As we passed the tubs of concrete along the bucket brigade, our Burundian colleagues began to sing. The song was call and response—one of them sang a line in Kirundi, and everyone yelled either Kora! (work) or Cola! (soda) in turn. We couldn’t understand exactly what the song was saying, but the meaning was clear: work hard, so we can relax together and drink a soda.
This work day was one of many during the young adult workcamp trip to Burundi in early June. Located south of Rwanda, Burundi is consistently ranked among the poorest countries in the world. In 2017, the GDP per capita was just $818, according to the International Monetary Fund. Burundi has a history of genocide, and more recently has experienced political tension. Just a week before our workcamp started, the country held a referendum that sparked election violence, resulting in the deaths of 15 people.
Burundi is incredibly beautiful, and there is a sense of life and vibrancy throughout the country. Banana trees lined the mountain roads we used to get from town to town, and villages were populated by families wearing colorful fabrics and carrying all sorts of produce. Men on bikes held on to the back of trucks for a lift up each hill, and cheerful schoolchildren walked together on their way home from classes.
This beauty stood in stark contrast to the realities of everyday life in poorer regions of the country. Even as I admired the women and children walking along the roads in their colorful patterned clothing, I was reminded that these walks were often miles long and undertaken for survival rather than recreation. Every adorable gaggle of schoolchildren was followed by another gaggle of children who weren’t wearing school uniforms. Tiny children, barefoot along dirt roads, carried their even tinier siblings on their backs. Our group saw firsthand the extreme poverty, lack of healthy political dialogue, and trauma inflicted by genocide. The joy that these Burundians displayed often disguised the harsh reality that there is a lot of humanitarian and human rights progress to be made.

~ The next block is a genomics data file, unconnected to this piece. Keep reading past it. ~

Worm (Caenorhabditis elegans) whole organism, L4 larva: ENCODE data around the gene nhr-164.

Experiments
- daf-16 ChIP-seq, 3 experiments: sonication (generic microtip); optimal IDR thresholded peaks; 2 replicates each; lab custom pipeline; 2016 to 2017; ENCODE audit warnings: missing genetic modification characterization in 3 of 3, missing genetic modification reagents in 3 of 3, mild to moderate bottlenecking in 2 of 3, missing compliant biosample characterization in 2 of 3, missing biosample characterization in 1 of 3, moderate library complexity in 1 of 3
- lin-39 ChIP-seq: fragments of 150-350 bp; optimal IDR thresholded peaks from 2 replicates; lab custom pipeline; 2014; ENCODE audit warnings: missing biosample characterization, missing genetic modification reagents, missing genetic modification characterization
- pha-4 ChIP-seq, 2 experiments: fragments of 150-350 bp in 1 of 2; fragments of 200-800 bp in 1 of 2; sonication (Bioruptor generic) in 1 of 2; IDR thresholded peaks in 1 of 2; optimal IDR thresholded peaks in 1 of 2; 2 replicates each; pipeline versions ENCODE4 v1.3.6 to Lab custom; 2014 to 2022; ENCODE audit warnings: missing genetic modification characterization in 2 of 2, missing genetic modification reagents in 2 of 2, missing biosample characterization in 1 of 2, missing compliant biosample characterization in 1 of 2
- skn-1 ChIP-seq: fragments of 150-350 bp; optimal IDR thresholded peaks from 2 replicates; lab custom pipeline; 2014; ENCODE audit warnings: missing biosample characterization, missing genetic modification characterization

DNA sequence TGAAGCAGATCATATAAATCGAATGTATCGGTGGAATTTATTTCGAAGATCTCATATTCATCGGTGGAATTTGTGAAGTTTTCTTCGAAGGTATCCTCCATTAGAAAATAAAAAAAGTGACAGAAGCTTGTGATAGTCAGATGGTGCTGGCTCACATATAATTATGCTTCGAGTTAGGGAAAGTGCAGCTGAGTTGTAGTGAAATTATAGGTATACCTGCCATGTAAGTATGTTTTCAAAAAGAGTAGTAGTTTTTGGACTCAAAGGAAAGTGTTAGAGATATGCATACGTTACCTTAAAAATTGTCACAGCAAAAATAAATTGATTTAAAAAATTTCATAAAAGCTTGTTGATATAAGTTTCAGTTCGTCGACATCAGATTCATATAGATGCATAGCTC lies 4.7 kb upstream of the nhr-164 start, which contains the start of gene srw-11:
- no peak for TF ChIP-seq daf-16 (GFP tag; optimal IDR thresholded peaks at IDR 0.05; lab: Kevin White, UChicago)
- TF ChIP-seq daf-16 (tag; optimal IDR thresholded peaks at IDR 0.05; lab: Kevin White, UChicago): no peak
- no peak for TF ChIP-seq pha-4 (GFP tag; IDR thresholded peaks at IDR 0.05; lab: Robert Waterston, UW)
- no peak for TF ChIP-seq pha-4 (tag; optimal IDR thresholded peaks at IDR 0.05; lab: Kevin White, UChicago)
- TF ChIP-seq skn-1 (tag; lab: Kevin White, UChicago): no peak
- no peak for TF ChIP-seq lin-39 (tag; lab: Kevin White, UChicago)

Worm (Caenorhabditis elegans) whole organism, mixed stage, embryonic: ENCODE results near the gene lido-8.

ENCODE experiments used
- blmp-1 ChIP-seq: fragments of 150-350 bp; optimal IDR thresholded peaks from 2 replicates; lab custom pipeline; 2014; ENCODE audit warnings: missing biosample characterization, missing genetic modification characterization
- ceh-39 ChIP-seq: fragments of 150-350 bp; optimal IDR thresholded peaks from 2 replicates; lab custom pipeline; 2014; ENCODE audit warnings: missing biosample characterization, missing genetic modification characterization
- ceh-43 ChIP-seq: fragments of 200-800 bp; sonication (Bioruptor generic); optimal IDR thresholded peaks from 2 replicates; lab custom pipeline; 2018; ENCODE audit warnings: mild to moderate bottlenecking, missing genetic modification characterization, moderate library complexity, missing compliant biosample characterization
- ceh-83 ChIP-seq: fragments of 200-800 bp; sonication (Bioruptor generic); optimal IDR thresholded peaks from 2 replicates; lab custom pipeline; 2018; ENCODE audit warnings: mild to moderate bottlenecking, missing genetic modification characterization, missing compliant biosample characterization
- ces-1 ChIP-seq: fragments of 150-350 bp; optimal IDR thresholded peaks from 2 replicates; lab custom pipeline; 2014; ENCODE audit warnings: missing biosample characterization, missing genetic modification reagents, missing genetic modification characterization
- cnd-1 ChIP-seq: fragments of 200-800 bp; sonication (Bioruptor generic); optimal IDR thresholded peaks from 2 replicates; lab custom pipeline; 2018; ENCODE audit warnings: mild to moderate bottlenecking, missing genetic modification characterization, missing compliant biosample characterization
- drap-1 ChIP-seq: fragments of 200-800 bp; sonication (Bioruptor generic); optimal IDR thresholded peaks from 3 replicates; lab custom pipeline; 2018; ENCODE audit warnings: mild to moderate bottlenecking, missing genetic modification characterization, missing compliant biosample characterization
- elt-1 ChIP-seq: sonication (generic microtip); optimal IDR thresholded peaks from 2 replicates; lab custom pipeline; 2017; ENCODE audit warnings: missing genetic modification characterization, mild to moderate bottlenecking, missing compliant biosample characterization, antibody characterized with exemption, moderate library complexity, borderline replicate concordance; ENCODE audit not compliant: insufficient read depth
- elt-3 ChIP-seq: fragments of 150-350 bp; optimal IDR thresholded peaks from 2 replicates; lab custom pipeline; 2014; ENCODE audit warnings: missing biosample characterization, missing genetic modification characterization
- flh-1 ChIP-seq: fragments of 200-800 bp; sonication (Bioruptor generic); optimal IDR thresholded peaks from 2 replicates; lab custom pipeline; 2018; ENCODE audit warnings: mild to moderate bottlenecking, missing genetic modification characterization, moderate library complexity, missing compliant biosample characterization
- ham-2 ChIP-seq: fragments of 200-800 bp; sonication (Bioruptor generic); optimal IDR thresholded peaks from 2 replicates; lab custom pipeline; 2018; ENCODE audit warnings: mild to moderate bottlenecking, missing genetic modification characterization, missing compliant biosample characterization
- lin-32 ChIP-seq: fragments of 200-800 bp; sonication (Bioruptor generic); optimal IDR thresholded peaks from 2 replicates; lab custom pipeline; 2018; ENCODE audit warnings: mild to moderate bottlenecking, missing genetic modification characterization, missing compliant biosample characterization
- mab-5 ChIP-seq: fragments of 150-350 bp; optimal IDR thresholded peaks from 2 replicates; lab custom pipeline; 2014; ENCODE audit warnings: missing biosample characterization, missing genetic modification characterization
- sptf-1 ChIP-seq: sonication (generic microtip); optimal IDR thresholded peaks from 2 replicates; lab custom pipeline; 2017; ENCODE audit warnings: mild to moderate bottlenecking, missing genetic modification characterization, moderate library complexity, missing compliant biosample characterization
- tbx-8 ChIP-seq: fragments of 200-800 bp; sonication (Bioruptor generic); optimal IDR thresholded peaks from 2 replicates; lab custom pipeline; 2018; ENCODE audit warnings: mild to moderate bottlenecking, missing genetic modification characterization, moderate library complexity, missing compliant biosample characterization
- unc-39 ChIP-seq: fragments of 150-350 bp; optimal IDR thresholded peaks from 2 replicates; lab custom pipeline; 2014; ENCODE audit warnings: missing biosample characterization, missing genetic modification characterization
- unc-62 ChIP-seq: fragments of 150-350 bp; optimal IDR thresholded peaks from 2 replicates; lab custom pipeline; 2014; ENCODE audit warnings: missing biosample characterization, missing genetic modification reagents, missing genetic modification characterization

In response to this need, there is a significant amount of non-governmental organization (NGO) activity, from both the international community and local organizations. Our workcamp was hosted by one of these local organizations, called Trauma Healing and Reconciliation Services (THARS). A partner of the Church of the Brethren’s Global Mission and Service office, THARS offers trauma healing and economic empowerment services to those affected by Burundi’s history of violence.
One of the programs that the Church of the Brethren funds through THARS is a mid-day meal for Twa schoolchildren. Children had been skipping school, afraid that their parents would eat meals while they were away. To increase attendance, THARS began feeding the children lunch before they went to class.
The impact of this program was made clear to me as I passed by the Twa children one afternoon. I smiled and waved at one boy as he ate, and asked in English how he was doing. Kirundi is the language most commonly spoken in the country, followed by French for business purposes, so I wasn’t expecting more than a smile and wave back. I was pleasantly surprised, then, when the boy broke into a big smile and told me he was doing very well—in English. His response was a testament to the education he is receiving.
Something that is often emphasized in modern peacebuilding and humanitarian work is the importance of local leadership and the empowerment of beneficiaries of aid. This makes the work of the US church in places like Burundi complicated. We seek to be helpful and to have a healthy dynamic between the US church and our international partners, without approaching the situation from a place of arrogance or pity. This is easier to theorize about than to accomplish.
Victoria Bateman is associate in the Church of the Brethren Office of Peacebuilding and Policy, serving through Brethren Volunteer Service.